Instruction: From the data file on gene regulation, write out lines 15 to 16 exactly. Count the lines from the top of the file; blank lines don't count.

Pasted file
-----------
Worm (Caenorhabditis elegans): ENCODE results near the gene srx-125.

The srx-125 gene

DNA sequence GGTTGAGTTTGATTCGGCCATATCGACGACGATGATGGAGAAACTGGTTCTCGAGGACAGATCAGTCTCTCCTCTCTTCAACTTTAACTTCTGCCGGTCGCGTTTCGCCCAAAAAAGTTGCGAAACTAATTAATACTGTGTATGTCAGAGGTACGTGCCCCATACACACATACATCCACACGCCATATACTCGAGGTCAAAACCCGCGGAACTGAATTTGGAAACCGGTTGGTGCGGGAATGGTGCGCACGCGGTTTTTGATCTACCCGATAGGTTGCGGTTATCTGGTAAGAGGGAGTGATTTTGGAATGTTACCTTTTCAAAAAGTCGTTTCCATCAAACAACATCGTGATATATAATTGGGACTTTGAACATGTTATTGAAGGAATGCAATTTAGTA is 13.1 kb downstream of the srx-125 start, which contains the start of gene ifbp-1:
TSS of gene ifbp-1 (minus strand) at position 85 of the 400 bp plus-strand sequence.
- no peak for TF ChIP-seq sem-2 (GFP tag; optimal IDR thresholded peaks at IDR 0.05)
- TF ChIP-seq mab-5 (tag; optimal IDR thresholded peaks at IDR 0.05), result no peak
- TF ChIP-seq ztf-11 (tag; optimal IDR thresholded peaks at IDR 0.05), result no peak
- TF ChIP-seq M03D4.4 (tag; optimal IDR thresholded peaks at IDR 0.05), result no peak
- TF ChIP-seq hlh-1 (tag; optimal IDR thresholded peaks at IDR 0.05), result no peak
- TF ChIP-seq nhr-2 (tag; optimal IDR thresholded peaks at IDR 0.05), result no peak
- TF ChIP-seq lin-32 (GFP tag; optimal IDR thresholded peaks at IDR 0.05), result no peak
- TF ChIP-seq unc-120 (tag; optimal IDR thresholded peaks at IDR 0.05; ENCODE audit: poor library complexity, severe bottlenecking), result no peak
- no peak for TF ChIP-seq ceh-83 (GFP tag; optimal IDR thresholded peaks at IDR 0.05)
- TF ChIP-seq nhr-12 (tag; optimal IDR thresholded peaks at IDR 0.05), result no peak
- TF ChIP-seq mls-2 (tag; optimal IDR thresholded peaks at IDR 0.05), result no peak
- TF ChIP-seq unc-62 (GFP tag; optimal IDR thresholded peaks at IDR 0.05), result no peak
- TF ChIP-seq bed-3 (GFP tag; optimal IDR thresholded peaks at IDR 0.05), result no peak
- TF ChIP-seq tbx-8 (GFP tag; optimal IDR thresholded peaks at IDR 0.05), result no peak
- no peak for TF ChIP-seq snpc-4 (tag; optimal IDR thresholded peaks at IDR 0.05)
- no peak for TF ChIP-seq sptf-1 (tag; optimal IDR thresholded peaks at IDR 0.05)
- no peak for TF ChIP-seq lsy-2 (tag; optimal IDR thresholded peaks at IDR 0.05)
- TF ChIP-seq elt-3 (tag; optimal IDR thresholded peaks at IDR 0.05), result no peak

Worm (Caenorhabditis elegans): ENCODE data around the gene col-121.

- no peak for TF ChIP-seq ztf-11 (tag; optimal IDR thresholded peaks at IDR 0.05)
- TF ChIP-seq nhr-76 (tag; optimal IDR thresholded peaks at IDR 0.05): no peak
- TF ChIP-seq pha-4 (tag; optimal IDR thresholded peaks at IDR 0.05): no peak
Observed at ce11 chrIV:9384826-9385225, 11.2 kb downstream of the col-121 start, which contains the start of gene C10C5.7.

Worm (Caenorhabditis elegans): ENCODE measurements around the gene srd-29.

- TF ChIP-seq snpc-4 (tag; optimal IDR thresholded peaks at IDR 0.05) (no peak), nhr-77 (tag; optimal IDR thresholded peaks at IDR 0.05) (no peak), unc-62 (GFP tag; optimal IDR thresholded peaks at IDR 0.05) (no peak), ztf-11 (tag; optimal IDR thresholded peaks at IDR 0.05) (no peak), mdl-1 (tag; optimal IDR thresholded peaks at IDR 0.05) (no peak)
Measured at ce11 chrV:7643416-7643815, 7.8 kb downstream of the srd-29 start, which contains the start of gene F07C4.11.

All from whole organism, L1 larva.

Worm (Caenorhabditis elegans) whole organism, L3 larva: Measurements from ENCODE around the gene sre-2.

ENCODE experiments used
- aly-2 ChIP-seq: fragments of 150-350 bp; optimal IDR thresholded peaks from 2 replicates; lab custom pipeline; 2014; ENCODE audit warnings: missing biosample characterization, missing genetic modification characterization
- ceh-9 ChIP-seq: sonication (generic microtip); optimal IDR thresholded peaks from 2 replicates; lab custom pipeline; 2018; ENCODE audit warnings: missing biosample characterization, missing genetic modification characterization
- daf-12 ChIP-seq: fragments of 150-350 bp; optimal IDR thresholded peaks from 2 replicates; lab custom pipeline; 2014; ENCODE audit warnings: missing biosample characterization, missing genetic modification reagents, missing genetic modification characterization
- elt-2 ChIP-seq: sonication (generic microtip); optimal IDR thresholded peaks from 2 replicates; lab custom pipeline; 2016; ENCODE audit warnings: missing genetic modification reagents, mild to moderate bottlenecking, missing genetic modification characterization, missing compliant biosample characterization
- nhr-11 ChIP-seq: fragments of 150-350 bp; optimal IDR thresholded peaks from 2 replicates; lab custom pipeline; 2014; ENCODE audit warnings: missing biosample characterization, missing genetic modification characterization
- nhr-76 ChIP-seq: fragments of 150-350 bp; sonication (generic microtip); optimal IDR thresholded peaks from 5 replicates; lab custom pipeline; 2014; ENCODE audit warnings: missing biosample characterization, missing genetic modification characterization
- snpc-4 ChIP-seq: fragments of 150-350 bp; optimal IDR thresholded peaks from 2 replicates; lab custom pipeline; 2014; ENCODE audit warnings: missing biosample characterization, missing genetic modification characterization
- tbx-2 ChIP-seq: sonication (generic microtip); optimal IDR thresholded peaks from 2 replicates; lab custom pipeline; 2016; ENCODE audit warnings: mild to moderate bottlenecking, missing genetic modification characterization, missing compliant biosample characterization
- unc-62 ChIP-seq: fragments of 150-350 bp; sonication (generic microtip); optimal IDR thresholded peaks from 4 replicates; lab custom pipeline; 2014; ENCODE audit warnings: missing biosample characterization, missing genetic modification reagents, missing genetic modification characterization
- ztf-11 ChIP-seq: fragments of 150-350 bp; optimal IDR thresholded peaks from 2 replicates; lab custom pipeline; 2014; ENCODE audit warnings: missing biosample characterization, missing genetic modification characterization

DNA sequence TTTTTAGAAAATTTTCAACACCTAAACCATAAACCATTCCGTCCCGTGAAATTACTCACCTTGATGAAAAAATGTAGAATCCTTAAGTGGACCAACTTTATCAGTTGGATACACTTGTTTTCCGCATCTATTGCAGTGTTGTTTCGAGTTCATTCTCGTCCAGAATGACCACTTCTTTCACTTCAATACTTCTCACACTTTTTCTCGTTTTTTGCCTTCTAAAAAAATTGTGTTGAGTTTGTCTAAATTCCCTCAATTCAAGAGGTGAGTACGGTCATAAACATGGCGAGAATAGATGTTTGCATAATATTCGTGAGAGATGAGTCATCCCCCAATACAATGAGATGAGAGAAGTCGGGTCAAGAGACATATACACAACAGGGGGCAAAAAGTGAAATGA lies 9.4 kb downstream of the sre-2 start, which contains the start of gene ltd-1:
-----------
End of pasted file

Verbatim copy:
- TF ChIP-seq mls-2 (tag; optimal IDR thresholded peaks at IDR 0.05), result no peak
- TF ChIP-seq unc-62 (GFP tag; optimal IDR thresholded peaks at IDR 0.05), result no peak